International News

Vatican Publishes 1974 Decision Denying Alleged Amsterdam Apparitions

Pope Francis prays while holding a crosier during Mass in St. Peter’s Basilica at the Vatican Oct. 29, 2023, marking the conclusion of the first session of the Synod of Bishops on synodality. The the second session of the Synod on Synodality takes place at the Vatican Oct. 2-27, 2024. (CNS photo/Vatican Media)

By Justin McLellan

VATICAN CITY (CNS) — The Vatican has made public its 1974 decision denying the authenticity of Marian apparitions alleged to have occurred in Amsterdam between 1945 and 1959.

A statement released by the Dicastery for the Doctrine of the Faith July 11 revealed that a ruling of “constat de non supernauralitate” — a judgment declaring that a phenomenon is not supernatural — was reached in 1974 by the then-Sacred Congregation for the Doctrine of the Faith and approved by St. Paul VI regarding the alleged apparitions and revelations of “The Lady of All Nations.”

The statement noted that while the dicastery previously “did not make public decisions about alleged supernatural phenomena”, it published the 1974 ruling “in light of the persistent doubts raised about the alleged apparitions and revelations”.

The alleged apparitions began in 1945 when the 39-year-old Dutch secretary Ida Peerdeman claimed that Mary appeared to her in her Amsterdam home. The alleged apparitions continued, and Peerdeman said Mary asked to be known by the title “The Lady of All Nations” and be proclaimed as “co-redemptrix, mediatrix and advocate” as the final Marian dogma.

Pope Francis has explicitly said that Mary is not a co-redemptrix and that Christ is the one and only redeemer.

The dicastery’s statement came after it published new norms for discerning alleged supernatural phenomena in May. The document sought in part to enable the Catholic Church to more directly respond to questions that often surround alleged Marian apparitions.

Prior to the new norms, the dicastery’s formal decisions about alleged supernatural phenomena were only given to the bishop and not made publicly available.

In his written presentation of the new norms, Cardinal Víctor Manuel Fernández, dicastery prefect, cited a specific example of changing judgements on a phenomenon’s supernatural status, which corresponds with the alleged Amsterdam apparitions, as a reason for publishing the new norms.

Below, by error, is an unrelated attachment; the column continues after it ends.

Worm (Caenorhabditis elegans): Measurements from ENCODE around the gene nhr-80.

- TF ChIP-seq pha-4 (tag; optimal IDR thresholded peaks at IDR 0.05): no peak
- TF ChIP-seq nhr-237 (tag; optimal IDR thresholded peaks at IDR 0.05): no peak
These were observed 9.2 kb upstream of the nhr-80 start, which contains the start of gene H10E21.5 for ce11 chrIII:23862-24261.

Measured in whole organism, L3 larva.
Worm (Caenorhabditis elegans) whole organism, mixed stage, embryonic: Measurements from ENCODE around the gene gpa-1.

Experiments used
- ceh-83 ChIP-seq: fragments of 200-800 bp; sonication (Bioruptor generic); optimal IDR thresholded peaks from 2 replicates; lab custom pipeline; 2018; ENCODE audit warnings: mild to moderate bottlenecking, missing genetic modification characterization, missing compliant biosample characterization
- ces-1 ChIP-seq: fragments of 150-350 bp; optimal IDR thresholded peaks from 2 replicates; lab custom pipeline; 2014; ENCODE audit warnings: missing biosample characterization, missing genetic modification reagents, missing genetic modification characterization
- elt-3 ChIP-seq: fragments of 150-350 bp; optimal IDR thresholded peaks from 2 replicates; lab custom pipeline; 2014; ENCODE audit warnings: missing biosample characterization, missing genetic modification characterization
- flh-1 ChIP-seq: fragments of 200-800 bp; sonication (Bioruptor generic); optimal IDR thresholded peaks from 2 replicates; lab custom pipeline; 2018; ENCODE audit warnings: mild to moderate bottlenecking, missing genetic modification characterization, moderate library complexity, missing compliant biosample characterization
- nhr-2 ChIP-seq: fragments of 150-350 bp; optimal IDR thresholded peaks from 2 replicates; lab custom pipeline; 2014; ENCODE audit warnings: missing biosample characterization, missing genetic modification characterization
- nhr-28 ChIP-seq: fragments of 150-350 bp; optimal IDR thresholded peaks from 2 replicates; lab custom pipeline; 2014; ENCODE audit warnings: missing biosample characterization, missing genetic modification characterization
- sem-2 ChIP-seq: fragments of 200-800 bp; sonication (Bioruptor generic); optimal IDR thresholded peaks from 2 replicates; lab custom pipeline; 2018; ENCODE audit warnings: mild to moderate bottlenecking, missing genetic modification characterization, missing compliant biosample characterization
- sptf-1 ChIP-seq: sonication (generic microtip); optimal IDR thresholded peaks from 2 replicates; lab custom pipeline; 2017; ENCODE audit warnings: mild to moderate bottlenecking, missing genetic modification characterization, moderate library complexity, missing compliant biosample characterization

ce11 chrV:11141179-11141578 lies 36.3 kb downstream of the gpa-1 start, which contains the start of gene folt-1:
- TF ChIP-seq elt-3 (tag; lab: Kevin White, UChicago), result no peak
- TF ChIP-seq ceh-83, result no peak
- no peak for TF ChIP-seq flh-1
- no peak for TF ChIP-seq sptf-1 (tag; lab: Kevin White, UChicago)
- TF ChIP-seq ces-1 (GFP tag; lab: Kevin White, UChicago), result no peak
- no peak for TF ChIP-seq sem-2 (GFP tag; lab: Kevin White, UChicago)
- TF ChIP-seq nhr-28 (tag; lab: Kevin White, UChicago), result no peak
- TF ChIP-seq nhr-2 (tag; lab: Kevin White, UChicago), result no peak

Although the alleged Amsterdam apparitions were declared by the local bishop not to be supernatural in 1956, his successors changed that judgment and approved the supernatural origin of the apparitions. In 2020, Bishop Johannes Hendriks of Haarlem-Amsterdam issued a pastoral letter after consultation with the dicastery again prohibiting devotion to the apparitions and citing the 1974 Vatican ruling.

“In the period following this statement by the bishop, there was still sometimes a difference of opinion about the interpretation of the 1974 text,” the diocese of Haarlem-Amsterdam said in a statement published July 11. “The Dicastery for the Doctrine of the Faith therefore issued an announcement on July 11, 2024 to emphasize this once again.”

“Such complicated situations, which create confusion among the faithful, should always be avoided,” Cardinal Fernández wrote in his presentation of the dicastery’s document. “This can be accomplished by ensuring a quicker and clearer involvement of this Dicastery and by preventing the impression that the discernment process would be directed toward a declaration of ‘supernaturalness.'”

Rather than authenticate the supernatural status of a given phenomenon, the new norms orient the discernment of supernatural phenomena toward obtaining a “nihil obstat” — a declaration that allows bishops to promote the pastoral value of an allegedly supernatural phenomenon without expressing certainty about its authenticity.